Rising concentrations of greenhouse gases are driving widespread changes in global physical climate and its ecosystems (IPCC 2014a, 2014b). This article assembles nine diverse observational records that serve as key indicators of Arctic climate and ecosystem status. This review of physical changes is accompanied by a discussion of links with the Arctic biological systems. We present and discuss each indicator in turn and where possible, we discuss ecosystem impacts. A statistical evaluation of correlations between the indicators and various time series of pan-Arctic, Arctic regional or hemispheric surface air temperatures (or precipitation) is made in effort to identify, quantify and further illuminate potential interactions. Key findings are listed in the conclusion section, including a commentary on observational gaps with recommendations for future work.

2. Key indicators

While ‘indicator’ has been defined in various ways in the literature, this study will follow the definition of Kenney et al (2016) by regarding indicators as ‘reference tools that can be used to regularly update status, rates of change, or trends of a phenomenon using measured data, modeled data or an index’. We apply the notion of indicators to capture the state of the Arctic environment through observational data series that span various components of the Arctic system. Figure 1illustrates nine key Arctic indicators, updated and expanded from the AMAP 2017 assessment. Each indicator is discussed in the following subsections and where considered appropriate, their inter-relations are further examined.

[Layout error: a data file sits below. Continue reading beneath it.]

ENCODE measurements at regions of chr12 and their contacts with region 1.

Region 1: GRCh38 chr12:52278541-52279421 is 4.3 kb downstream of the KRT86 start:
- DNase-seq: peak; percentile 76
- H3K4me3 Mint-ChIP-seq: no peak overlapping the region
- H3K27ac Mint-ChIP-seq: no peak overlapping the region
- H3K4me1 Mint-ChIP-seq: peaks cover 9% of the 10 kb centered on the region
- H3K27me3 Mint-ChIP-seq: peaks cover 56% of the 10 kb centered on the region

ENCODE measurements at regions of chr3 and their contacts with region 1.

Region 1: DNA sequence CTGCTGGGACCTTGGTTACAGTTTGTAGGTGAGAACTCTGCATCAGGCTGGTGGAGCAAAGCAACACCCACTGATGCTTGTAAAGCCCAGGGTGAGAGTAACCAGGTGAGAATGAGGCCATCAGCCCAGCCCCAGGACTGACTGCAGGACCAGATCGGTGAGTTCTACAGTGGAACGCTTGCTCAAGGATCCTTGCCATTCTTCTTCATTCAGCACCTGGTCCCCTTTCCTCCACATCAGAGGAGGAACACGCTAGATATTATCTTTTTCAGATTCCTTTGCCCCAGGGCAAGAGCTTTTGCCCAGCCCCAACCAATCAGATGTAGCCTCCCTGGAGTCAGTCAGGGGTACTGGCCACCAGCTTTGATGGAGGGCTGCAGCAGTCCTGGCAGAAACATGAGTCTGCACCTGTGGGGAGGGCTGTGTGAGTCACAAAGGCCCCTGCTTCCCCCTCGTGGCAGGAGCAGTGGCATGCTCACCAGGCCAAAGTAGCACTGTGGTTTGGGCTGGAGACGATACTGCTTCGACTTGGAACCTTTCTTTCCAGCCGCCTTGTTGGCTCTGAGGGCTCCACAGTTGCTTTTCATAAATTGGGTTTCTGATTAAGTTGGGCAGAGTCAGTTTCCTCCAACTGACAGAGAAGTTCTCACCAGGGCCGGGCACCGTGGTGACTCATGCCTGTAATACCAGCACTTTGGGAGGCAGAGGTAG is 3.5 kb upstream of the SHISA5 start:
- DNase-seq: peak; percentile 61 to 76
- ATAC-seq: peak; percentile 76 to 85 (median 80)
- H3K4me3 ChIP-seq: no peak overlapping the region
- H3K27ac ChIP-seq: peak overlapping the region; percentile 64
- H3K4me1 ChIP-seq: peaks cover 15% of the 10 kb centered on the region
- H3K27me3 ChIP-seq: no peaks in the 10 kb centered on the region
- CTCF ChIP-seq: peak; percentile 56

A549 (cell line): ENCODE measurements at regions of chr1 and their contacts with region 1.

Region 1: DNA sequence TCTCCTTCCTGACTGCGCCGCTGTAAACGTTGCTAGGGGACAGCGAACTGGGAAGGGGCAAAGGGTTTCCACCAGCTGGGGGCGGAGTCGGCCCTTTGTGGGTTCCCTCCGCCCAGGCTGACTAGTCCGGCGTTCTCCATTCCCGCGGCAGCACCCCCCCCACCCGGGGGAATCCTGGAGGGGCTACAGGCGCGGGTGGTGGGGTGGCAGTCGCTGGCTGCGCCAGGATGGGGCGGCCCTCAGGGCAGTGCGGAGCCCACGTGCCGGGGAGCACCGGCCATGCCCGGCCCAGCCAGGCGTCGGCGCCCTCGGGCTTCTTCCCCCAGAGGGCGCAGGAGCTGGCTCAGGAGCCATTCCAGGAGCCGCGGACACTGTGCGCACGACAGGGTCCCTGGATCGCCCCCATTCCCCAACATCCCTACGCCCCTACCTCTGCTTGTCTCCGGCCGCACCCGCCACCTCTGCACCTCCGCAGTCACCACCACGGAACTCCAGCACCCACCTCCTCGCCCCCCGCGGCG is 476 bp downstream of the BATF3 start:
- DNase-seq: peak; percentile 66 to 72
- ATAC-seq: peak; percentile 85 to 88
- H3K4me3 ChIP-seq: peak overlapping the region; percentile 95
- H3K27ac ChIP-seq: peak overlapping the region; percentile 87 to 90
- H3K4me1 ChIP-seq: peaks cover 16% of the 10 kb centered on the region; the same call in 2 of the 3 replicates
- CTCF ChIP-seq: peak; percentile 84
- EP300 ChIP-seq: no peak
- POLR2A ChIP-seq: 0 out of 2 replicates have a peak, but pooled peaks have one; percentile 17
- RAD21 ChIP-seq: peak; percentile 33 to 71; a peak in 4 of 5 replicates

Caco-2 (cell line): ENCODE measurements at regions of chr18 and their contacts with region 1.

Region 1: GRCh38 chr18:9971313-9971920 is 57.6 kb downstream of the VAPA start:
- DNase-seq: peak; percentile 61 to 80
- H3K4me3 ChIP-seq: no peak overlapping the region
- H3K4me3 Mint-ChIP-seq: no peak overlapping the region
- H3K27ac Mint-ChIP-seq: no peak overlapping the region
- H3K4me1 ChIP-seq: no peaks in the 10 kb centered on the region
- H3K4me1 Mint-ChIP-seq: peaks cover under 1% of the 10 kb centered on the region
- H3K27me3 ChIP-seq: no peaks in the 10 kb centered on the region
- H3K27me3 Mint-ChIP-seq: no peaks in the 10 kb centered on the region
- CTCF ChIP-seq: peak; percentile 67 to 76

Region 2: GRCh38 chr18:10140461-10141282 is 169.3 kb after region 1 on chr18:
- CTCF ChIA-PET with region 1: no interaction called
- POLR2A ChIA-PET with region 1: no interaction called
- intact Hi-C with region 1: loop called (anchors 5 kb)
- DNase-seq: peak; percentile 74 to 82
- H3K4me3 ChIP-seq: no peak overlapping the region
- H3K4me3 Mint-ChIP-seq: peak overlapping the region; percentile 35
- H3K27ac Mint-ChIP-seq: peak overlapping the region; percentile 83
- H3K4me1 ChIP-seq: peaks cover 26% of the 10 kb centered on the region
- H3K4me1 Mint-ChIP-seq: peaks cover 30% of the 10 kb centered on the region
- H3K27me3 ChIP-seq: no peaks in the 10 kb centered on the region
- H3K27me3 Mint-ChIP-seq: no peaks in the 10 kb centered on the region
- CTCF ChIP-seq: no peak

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3. Methodology

3.1. Period of analysis

While homogeneous datasets for some variables predate 1971, such datasets for other indicator variables (e.g. sea ice, permafrost temperature, wildfire area) are not available until the 1970s. The 1971–2017 period used in this synthesis spans the decades prior to and during the Arctic’s systemwide changes starting in the mid-1980s (Overland et al 2004) and unprecedented extremes that have occurred since the mid-1990s (e.g. Overland et al 2018).

3.2. Temperature and precipitation data

Here, near surface air temperature data time series are taken from the NCEP/NCAR Re-analysis (updated from Kalnay et al 1996). Justification for the use of these data are prompt updates and consistent performance versus other reanalysis products (Overland and Wang 2016). The data are not separated between land and ocean because our aim is to include changes both over the land and above the ocean for an integrated ‘indicator’, which is associated with other indicators we are studying in this study (e.g. sea ice (ocean), permafrost (land), snow cover (land)). Our coverage is pan-Arctic, regional and Northern Hemispheric. Nevertheless, the relative contribution of the land versus ocean stations to e.g. air temperature, is not the same, and this sampling bias is a possible source of uncertainty.